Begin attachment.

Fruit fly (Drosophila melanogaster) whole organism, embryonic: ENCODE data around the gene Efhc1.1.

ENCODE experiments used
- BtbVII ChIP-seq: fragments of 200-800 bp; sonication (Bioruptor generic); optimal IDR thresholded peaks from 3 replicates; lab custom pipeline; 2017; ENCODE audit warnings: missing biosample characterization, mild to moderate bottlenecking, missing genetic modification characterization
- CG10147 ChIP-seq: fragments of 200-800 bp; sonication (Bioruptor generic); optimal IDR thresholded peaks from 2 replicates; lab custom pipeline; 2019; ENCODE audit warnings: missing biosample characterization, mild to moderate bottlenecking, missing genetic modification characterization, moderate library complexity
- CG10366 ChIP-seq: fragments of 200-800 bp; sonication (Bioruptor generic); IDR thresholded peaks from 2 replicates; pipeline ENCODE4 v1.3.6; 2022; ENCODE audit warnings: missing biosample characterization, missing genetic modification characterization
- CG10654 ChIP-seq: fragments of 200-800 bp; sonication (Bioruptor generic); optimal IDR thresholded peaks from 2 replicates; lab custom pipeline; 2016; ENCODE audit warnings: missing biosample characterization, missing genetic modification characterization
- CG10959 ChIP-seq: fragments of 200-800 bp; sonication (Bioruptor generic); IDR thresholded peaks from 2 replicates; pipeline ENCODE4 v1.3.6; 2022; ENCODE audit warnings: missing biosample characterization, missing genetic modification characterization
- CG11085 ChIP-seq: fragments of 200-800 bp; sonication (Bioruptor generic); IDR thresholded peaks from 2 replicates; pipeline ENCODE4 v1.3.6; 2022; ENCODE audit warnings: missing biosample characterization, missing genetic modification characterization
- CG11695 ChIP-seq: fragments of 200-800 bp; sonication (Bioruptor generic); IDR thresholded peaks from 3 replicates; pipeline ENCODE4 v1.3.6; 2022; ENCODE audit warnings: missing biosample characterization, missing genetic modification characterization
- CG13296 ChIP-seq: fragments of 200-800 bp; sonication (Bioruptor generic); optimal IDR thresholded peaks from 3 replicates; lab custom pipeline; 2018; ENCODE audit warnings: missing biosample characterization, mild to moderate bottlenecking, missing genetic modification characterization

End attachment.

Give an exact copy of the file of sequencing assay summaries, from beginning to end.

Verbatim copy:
Fruit fly (Drosophila melanogaster) whole organism, embryonic: ENCODE data around the gene Efhc1.1.

ENCODE experiments used
- BtbVII ChIP-seq: fragments of 200-800 bp; sonication (Bioruptor generic); optimal IDR thresholded peaks from 3 replicates; lab custom pipeline; 2017; ENCODE audit warnings: missing biosample characterization, mild to moderate bottlenecking, missing genetic modification characterization
- CG10147 ChIP-seq: fragments of 200-800 bp; sonication (Bioruptor generic); optimal IDR thresholded peaks from 2 replicates; lab custom pipeline; 2019; ENCODE audit warnings: missing biosample characterization, mild to moderate bottlenecking, missing genetic modification characterization, moderate library complexity
- CG10366 ChIP-seq: fragments of 200-800 bp; sonication (Bioruptor generic); IDR thresholded peaks from 2 replicates; pipeline ENCODE4 v1.3.6; 2022; ENCODE audit warnings: missing biosample characterization, missing genetic modification characterization
- CG10654 ChIP-seq: fragments of 200-800 bp; sonication (Bioruptor generic); optimal IDR thresholded peaks from 2 replicates; lab custom pipeline; 2016; ENCODE audit warnings: missing biosample characterization, missing genetic modification characterization
- CG10959 ChIP-seq: fragments of 200-800 bp; sonication (Bioruptor generic); IDR thresholded peaks from 2 replicates; pipeline ENCODE4 v1.3.6; 2022; ENCODE audit warnings: missing biosample characterization, missing genetic modification characterization
- CG11085 ChIP-seq: fragments of 200-800 bp; sonication (Bioruptor generic); IDR thresholded peaks from 2 replicates; pipeline ENCODE4 v1.3.6; 2022; ENCODE audit warnings: missing biosample characterization, missing genetic modification characterization
- CG11695 ChIP-seq: fragments of 200-800 bp; sonication (Bioruptor generic); IDR thresholded peaks from 3 replicates; pipeline ENCODE4 v1.3.6; 2022; ENCODE audit warnings: missing biosample characterization, missing genetic modification characterization
- CG13296 ChIP-seq: fragments of 200-800 bp; sonication (Bioruptor generic); optimal IDR thresholded peaks from 3 replicates; lab custom pipeline; 2018; ENCODE audit warnings: missing biosample characterization, mild to moderate bottlenecking, missing genetic modification characterization